One leg no hindrance for Paralympian

11 October 2000

For most people running 100 metres in 14.5 seconds is very respectable - after all, it's within about four seconds of the qualifying times at the Sydney Olympics.

John Eden, 44, from Frankston in Melbourne runs that time - and on one leg.

He is one of the 29-member squad that the Australian Institute of Sport is sending to the Paralympics, which will be held in Sydney from October 18 to the 29th.


The AIS athletes will compete in seven of the 18 sports at the games.

On top of his sprinting prowess, John is a mean discus thrower with a personal best of 42.06 metres. "I am trying for 45 metres," he says modestly.

The head coach for the athletes with disabilities program at the Australian Institute of Sport , Chris Nunn, is predicting that Australia will come out overall winners at the Paralymics. Australia came second to the United States in the Atlanta Paralympics.

"We have a great depth of expertise in all the sports in which we are competing," Chris says.

The Executive Director of the Australian Sports Commission, Jim Ferguson, says that as Australia's peak sporting organisation, the Commission is proud to support John and the other members of the Aussie Paralympic team. The team has been supported by an $8 million Australian Sports Commission program run through its Athletes with Disabilities Program, the Olympic Athlete Program and the AIS.

"The AIS athletes with disabilities program illustrates our commitment to helping these determined Australians and to continue the role of the AIS as the cradle of all Australian sporting achievement."

Coach Chris Nunn agrees, adding, "the Institute is creating an infrastructure for people with disabilities to excel in sport."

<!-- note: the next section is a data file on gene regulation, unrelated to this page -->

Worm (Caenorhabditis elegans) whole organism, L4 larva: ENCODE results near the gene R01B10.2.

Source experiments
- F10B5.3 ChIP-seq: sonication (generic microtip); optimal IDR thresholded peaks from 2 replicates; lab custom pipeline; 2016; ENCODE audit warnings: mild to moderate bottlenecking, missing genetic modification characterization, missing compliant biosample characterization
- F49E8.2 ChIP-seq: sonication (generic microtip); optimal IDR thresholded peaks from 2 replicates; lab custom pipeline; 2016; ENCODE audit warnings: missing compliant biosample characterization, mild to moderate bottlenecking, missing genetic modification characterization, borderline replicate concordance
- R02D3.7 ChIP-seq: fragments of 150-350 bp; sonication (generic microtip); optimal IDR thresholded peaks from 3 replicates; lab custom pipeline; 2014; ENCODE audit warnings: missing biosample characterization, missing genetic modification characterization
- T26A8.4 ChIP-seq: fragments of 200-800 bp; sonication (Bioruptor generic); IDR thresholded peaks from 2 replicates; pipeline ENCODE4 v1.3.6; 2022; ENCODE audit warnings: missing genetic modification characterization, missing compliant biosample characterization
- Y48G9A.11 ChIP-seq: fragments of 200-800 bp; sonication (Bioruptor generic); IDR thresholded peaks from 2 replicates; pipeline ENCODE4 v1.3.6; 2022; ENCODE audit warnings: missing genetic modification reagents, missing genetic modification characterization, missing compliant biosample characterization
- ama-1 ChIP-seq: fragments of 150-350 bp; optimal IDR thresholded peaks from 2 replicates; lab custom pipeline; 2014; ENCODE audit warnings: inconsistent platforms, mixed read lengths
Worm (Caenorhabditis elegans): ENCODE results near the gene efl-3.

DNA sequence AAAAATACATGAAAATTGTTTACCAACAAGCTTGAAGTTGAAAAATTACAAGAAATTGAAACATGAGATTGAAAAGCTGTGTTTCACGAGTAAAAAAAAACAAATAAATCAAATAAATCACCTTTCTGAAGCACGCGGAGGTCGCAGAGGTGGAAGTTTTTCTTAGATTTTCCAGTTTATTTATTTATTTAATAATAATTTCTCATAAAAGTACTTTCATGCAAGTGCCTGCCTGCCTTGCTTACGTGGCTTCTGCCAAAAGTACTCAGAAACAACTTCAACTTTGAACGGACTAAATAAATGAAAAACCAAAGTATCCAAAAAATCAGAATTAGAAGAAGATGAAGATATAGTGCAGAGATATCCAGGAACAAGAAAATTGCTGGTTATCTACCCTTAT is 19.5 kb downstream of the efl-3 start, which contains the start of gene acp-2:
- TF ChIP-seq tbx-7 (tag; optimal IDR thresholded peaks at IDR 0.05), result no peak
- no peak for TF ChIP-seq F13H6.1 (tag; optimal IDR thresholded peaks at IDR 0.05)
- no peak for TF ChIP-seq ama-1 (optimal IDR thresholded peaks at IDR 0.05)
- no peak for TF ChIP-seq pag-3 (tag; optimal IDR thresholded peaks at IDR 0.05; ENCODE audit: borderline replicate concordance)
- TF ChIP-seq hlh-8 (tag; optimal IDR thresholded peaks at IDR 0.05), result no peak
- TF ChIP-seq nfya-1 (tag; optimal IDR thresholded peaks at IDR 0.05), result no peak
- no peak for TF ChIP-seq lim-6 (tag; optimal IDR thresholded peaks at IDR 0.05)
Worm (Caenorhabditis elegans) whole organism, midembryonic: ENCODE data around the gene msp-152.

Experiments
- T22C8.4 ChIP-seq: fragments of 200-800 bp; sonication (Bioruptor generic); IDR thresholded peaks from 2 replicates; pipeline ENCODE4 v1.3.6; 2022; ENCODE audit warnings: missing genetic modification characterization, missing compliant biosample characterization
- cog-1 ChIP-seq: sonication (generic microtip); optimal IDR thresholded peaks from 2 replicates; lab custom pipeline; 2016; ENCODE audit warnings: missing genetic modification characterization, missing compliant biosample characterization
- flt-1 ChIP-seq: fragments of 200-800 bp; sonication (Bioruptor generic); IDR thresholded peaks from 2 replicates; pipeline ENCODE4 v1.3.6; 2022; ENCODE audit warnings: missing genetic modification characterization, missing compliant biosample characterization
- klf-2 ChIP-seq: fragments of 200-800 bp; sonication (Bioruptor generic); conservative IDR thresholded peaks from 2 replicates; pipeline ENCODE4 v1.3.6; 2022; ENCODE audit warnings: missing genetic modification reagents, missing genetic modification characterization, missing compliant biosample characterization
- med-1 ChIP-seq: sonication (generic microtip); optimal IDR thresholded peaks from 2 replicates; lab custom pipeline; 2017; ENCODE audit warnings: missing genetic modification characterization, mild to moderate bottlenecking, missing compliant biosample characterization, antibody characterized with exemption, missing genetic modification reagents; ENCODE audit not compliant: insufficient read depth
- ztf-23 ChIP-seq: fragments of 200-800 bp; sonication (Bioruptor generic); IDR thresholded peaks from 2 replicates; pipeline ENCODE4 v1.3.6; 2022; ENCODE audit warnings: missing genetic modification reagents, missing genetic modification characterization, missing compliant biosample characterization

John Eden shares his opinion.

"I came to live in Australia from New Zealand in 1982 because the standard of support was much higher here for athletes with a 'pin' missing.

"I applied for an Australian Institute of Sport scholarship in 1992 when they became available for athletes like me and I have not looked back."

John is a popular character in Frankston where he drives a van for Australia Post ("They are great," he says, "they sponsor me and give me time off to train.") and is senior coach for the Southern Districts Rugby Union Club.

He lost a leg below the knee in a motor cycle accident in New Zealand in 1975 after he had established his sporting reputation in national schoolboy and university rugby union.

"My knee had been damaged in the accident but I was a glutton for punishment and kept up Rugby, running and long jumping.

"After the accident I met a guy who had lost both legs and was trying to organise a Kiwi team for the Paralympic Games in Holland in 1980.

"New Zealand had never won a medal in the Paralympics before but I picked up a silver medal in the high jump."

John faced further surgery after emigrating across the Tasman.

"The poor old joint gave up the ghost after I moved to Aussie and I had to have it off above the knee."

But that further trimming of his truncated "pin" didn't stop him.

Since 1994 John has been a gold, bronze and silver medal winner for Australia at various Paralympic events, including the Olympics. The Paralympian recommends sport for all people in his situation.

"I like competing; it is a nice way to meet people and it makes me feel normal," John says.

"The Paralympics are the pinnacle for athletes like me and this is a very nice way to live my life."

But he has one more important goal in his life. "I'm still looking for the right woman who won't try to stop me from playing sport," he says with a grin.

Contact: Alan Reid - Media Liaison: Phone: 02 6214 1476

Mobile: 0408 417 894

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